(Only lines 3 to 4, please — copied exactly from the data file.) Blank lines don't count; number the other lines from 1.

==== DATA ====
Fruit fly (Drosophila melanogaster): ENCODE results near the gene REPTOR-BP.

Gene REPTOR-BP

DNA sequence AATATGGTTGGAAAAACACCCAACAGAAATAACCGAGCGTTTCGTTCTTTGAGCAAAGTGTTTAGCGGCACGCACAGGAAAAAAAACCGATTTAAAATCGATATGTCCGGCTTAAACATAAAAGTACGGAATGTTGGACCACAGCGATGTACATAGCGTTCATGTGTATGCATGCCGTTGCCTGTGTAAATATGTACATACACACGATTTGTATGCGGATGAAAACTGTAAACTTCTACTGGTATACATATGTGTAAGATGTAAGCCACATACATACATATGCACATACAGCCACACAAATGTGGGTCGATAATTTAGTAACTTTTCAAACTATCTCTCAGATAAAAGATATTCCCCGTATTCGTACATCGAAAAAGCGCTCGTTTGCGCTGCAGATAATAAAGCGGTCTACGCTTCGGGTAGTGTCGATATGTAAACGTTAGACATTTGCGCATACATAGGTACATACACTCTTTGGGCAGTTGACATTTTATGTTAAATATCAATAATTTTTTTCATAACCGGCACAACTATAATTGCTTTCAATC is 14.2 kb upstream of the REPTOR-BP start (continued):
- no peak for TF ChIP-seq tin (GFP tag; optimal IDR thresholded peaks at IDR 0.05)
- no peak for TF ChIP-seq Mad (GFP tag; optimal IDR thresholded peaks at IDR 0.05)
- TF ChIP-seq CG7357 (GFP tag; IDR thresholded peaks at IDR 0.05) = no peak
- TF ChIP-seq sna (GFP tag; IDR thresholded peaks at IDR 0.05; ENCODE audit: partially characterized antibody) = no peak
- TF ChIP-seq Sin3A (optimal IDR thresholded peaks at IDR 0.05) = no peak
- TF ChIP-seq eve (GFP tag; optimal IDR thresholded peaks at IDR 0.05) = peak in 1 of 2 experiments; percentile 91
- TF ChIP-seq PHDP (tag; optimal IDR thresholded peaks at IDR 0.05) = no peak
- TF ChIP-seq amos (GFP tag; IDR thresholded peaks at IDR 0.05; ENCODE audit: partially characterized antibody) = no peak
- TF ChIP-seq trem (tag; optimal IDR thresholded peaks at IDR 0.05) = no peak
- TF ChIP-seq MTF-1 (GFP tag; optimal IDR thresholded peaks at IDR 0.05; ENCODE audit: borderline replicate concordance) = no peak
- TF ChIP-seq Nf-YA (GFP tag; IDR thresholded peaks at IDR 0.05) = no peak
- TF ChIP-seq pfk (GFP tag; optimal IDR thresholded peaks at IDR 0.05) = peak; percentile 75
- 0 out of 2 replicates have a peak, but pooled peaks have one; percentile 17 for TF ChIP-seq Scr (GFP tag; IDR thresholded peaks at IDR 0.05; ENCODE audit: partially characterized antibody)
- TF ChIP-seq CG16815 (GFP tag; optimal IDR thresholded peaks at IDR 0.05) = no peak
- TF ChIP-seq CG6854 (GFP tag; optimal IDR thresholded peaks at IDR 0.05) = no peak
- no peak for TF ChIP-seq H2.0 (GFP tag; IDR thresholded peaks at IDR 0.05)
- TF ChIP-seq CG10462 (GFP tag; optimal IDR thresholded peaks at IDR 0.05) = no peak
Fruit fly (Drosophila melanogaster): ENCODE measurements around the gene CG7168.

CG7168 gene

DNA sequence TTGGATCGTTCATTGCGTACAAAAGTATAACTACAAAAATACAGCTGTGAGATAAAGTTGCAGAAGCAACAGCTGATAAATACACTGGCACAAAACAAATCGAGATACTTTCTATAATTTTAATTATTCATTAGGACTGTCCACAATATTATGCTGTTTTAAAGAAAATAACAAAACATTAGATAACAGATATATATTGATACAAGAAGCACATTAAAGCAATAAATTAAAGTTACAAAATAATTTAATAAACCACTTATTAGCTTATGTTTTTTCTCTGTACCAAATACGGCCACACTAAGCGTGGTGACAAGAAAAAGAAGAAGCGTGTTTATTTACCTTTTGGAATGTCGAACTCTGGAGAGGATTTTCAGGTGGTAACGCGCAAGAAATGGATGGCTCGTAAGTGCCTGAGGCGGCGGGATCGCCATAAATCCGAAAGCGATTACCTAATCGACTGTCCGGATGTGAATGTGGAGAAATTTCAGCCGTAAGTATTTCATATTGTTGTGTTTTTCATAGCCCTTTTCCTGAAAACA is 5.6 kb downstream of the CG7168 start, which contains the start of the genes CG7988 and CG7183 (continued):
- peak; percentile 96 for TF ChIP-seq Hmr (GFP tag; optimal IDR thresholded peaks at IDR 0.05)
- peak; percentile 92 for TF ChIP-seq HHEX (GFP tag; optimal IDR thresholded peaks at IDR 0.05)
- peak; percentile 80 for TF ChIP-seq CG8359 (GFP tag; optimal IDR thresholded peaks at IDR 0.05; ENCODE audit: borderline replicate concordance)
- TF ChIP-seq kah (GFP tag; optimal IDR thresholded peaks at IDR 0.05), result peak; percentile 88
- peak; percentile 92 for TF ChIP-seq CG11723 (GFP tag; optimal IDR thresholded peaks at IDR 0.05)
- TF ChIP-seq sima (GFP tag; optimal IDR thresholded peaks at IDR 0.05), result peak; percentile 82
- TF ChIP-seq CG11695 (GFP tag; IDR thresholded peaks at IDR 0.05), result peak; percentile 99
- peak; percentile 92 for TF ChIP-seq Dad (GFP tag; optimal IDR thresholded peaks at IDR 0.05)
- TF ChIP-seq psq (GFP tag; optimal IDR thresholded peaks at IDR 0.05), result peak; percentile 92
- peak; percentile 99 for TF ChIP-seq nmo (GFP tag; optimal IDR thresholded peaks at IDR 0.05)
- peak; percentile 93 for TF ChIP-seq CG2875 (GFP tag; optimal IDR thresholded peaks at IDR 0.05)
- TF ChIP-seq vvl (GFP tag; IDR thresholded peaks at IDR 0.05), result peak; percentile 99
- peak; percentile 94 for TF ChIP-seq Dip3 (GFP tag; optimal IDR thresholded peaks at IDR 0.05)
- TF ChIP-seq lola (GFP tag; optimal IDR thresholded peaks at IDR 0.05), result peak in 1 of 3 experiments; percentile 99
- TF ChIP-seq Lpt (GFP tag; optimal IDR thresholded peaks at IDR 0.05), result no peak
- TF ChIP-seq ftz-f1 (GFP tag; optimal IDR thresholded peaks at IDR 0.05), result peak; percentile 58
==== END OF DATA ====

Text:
DNA sequence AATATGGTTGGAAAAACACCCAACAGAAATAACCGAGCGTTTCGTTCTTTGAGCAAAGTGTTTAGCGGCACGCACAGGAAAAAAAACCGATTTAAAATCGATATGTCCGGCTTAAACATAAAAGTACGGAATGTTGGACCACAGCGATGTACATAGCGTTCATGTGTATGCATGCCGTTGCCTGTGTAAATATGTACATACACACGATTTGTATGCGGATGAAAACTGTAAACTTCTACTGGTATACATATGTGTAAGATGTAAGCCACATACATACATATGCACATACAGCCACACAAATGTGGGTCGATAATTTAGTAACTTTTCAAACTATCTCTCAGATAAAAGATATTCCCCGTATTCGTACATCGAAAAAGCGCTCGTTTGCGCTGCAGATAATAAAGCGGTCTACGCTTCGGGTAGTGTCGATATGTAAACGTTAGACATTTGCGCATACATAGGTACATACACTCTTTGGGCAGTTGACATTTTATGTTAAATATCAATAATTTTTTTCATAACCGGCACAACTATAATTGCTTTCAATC is 14.2 kb upstream of the REPTOR-BP start (continued):
- no peak for TF ChIP-seq tin (GFP tag; optimal IDR thresholded peaks at IDR 0.05)